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Canadian Tax and
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Tax Treatment of Income From Investments in
Non-Interest Paying Bonds (Strip Bonds)
Tax Act s. 12(4), 12(9), s. 12(11), s. 52(1)
Income Tax Regulations s. 7000(1)(b), s. 7000(2)(b)
The tax treatment information presented here is regarding bonds which
are held outside of RRSPs or other registered
What is a Strip Bond?
a bond is issued, a brokerage company will buy
bonds and will sometimes split them into two parts
to sell separately. One part is the interest
payment (coupon), and the other part is the
maturity value of the bonds, sold as strip
bonds. A strip bond is a bond that
pays no interest. It is purchased at a discount from face value,
and face value is paid at maturity.
Discount is Amortized and Increases Adjusted Cost Base
For tax purposes, strip bonds are treated differently
from bonds for which interest payments are received. The discount from maturity value is
amortized over the period to maturity, and a portion is
included in income each year as interest income on Line 12100 of the
tax return. Part years are pro-rated. The
cost base (ACB) of the bond will increase each year by
the amount of the discount amortized. At
maturity, the ACB will be equal to maturity value,
so there is no capital gain or loss. A capital gain or
loss can still be realized if the strip bond is sold
prior to maturity. The capital gain or loss is
determined by deducting the ACB from
the sales proceeds.
Rate of Return on Strip Bonds
To determine the amount of
to accrue and include in income each year, the interest rate must be
determined. For example, assume a Canadian taxpayer purchased a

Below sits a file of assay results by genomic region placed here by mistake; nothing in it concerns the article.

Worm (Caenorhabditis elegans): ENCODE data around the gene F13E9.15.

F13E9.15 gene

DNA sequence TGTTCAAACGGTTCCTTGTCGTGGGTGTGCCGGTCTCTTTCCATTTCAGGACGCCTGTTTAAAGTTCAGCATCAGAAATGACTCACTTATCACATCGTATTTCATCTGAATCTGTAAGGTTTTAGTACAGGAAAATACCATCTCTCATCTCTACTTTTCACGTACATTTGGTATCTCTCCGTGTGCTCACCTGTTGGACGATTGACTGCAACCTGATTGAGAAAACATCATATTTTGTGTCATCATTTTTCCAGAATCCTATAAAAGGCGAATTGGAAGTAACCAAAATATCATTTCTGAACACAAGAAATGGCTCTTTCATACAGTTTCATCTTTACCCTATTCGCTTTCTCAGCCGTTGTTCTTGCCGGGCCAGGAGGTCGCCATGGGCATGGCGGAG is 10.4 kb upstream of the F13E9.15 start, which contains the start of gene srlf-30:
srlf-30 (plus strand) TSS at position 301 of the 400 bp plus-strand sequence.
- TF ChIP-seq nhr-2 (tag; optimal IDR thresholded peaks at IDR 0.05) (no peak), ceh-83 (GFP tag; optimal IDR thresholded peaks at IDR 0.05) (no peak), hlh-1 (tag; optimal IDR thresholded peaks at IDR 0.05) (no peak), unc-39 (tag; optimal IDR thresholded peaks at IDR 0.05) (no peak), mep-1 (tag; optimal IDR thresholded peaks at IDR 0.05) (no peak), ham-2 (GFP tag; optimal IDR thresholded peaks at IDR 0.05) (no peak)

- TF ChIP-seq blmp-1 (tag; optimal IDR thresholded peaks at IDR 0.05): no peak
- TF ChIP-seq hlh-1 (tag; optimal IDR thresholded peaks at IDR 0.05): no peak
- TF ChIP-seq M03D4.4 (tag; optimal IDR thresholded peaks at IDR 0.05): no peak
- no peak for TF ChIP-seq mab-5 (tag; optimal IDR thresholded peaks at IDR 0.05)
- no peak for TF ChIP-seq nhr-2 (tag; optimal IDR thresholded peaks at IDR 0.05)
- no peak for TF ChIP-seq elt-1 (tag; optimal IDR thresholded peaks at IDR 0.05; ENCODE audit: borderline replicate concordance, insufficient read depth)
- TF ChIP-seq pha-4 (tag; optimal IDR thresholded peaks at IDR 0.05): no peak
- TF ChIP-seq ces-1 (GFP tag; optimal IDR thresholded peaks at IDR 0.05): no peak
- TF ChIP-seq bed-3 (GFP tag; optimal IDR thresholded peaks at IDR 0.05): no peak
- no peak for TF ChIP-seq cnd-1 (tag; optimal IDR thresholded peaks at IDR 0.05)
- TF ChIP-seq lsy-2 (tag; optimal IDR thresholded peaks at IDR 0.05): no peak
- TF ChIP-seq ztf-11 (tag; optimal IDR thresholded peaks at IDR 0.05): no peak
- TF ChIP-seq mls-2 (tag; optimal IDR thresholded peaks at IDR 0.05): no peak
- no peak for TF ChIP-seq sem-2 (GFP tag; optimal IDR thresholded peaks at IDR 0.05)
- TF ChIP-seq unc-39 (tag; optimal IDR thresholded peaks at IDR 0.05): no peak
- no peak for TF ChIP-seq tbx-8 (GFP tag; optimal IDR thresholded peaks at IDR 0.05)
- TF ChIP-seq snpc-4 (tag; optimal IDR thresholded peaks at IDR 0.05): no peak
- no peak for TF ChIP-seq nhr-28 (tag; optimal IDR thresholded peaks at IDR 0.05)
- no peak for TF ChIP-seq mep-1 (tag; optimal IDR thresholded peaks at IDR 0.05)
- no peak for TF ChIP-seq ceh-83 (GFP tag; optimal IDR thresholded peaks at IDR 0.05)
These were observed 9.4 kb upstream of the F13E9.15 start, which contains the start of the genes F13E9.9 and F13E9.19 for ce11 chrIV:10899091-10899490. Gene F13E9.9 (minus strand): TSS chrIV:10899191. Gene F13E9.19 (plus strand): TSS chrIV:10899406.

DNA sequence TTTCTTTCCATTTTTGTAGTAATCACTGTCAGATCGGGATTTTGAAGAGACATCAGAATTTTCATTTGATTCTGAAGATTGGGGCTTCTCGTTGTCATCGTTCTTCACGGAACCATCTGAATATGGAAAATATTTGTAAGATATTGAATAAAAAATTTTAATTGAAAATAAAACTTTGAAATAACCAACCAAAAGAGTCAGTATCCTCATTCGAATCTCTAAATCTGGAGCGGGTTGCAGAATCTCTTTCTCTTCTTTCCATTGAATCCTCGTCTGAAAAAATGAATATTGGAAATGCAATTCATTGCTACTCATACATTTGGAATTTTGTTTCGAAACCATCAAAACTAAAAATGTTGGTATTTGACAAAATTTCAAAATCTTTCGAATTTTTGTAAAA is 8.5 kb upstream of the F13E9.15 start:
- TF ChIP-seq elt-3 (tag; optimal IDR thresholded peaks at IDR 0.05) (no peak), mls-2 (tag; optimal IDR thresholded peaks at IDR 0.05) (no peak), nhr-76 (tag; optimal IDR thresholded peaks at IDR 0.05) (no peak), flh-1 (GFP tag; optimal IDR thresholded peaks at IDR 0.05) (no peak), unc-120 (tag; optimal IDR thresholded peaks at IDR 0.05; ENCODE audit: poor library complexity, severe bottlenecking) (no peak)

strip bond with a maturity, or face, value of $10,000, on June 30, 2009. The purchase price of the bond is
$8,379.08, and the
maturity date is December 31, 2013, in 4.5 years. The interest rate
used to calculate the annual interest income must be determined. Our
Present Value /
Future Value Calculator can be used to determine the interest rate
when a strip bond is purchased. In this example, the "Find Rate of
Return" column in the calculator is used:
The purchase price of $8,379.08 is the present
The maturity value of $10,000 is the future
Compounding is annual, and
Time period is 54 months (4.5 years)
This results in an interest rate of 4.01% in the
calculator, which is actually slightly higher than the actual rate of
4%, due to the time period not being exactly 54 months.. The table
below uses a rate of 4%. If 4.01% were used, the ACB at the end of
2013 would be $10,004.34. This would be resolved by reducing the
2013 income by $4.34.
ACB of strip
bond at start
end of year
In 2009, the starting ACB is the purchase price on June
30. The annual income amount is $8,379.08 x 4% x 184/365 = $168.96, because the
interest is accrued for the period July 1 to December 31 inclusive.
As you see, the ACB is increased each year by the amount of
notional interest accrued to be included
in taxable income. The interest each year is calculated based on the ACB
at the beginning of the year.
Amount of Interest to Report on Tax Return
Interest is reported up to the anniversary
day each year. For instance, if the bond is purchased on March 31,
and the anniversary day is June 30, only 3 months of interest would be
reported for the year of purchase. If the same bond was purchased on
July 1, no interest would be reported for the year of purchase. In the
following year 12 months of interest income would be reported. If the
bond is not held to maturity, the date that the bond is sold is an anniversary
day, and interest income for the year of sale would be reported up to that
Tax Tip: Keep bonds (especially strip bonds)
inside a registered account (RRSP, RRIF, TFSA, etc.). They are not tax efficient, and the
bookkeeping is complicated! No bookkeeping is
required when they are inside a registered account.